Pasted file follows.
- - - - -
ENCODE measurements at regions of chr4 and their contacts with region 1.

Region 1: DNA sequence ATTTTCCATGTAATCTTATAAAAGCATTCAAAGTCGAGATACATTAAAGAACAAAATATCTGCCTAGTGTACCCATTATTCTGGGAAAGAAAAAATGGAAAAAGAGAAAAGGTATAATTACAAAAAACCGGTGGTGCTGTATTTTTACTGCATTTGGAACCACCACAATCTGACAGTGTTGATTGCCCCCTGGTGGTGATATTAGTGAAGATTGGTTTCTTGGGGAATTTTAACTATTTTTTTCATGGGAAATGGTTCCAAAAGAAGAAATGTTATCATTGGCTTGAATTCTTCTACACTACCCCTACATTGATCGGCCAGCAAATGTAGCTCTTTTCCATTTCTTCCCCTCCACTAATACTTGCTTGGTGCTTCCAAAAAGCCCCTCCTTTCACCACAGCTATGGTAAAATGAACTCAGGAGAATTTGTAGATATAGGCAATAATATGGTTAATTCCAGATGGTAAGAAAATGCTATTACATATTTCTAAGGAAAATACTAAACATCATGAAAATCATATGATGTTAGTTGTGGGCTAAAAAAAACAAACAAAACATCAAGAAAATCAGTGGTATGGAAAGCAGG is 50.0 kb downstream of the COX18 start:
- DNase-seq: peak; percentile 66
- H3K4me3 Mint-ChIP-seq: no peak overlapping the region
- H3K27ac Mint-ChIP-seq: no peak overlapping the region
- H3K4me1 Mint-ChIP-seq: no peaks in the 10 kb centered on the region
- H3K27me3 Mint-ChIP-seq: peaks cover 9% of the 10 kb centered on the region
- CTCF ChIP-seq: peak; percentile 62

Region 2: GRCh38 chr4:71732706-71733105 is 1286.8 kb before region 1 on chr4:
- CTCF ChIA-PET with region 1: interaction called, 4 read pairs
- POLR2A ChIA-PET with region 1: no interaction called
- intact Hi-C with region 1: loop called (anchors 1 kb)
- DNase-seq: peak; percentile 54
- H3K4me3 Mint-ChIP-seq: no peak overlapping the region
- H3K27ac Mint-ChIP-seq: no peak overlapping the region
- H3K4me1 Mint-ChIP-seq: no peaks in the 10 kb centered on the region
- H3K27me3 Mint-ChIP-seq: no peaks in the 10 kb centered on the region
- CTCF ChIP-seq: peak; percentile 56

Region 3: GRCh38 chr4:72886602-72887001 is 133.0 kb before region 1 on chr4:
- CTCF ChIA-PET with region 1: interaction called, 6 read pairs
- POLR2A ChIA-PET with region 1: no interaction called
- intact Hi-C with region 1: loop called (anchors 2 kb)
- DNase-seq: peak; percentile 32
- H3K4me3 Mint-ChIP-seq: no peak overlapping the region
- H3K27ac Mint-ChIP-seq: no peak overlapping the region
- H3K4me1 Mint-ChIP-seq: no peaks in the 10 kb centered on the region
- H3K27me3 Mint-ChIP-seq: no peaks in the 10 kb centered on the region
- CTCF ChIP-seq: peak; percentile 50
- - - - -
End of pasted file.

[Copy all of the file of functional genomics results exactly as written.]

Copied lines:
ENCODE measurements at regions of chr4 and their contacts with region 1.

Region 1: DNA sequence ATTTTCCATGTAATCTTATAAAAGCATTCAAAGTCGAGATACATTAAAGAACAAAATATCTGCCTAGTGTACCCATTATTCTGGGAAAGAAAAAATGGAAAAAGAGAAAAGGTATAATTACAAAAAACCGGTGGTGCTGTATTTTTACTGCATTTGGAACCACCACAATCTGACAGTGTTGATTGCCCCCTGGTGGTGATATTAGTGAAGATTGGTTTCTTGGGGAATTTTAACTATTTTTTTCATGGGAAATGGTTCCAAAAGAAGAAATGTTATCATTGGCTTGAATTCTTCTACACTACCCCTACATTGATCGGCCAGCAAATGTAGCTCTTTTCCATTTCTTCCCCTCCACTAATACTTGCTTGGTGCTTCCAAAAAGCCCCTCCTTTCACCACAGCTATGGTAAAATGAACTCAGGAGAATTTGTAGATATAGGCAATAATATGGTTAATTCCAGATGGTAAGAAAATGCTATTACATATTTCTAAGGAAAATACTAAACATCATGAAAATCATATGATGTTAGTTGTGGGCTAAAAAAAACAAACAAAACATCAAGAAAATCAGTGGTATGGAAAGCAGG is 50.0 kb downstream of the COX18 start:
- DNase-seq: peak; percentile 66
- H3K4me3 Mint-ChIP-seq: no peak overlapping the region
- H3K27ac Mint-ChIP-seq: no peak overlapping the region
- H3K4me1 Mint-ChIP-seq: no peaks in the 10 kb centered on the region
- H3K27me3 Mint-ChIP-seq: peaks cover 9% of the 10 kb centered on the region
- CTCF ChIP-seq: peak; percentile 62

Region 2: GRCh38 chr4:71732706-71733105 is 1286.8 kb before region 1 on chr4:
- CTCF ChIA-PET with region 1: interaction called, 4 read pairs
- POLR2A ChIA-PET with region 1: no interaction called
- intact Hi-C with region 1: loop called (anchors 1 kb)
- DNase-seq: peak; percentile 54
- H3K4me3 Mint-ChIP-seq: no peak overlapping the region
- H3K27ac Mint-ChIP-seq: no peak overlapping the region
- H3K4me1 Mint-ChIP-seq: no peaks in the 10 kb centered on the region
- H3K27me3 Mint-ChIP-seq: no peaks in the 10 kb centered on the region
- CTCF ChIP-seq: peak; percentile 56

Region 3: GRCh38 chr4:72886602-72887001 is 133.0 kb before region 1 on chr4:
- CTCF ChIA-PET with region 1: interaction called, 6 read pairs
- POLR2A ChIA-PET with region 1: no interaction called
- intact Hi-C with region 1: loop called (anchors 2 kb)
- DNase-seq: peak; percentile 32
- H3K4me3 Mint-ChIP-seq: no peak overlapping the region
- H3K27ac Mint-ChIP-seq: no peak overlapping the region
- H3K4me1 Mint-ChIP-seq: no peaks in the 10 kb centered on the region
- H3K27me3 Mint-ChIP-seq: no peaks in the 10 kb centered on the region
- CTCF ChIP-seq: peak; percentile 50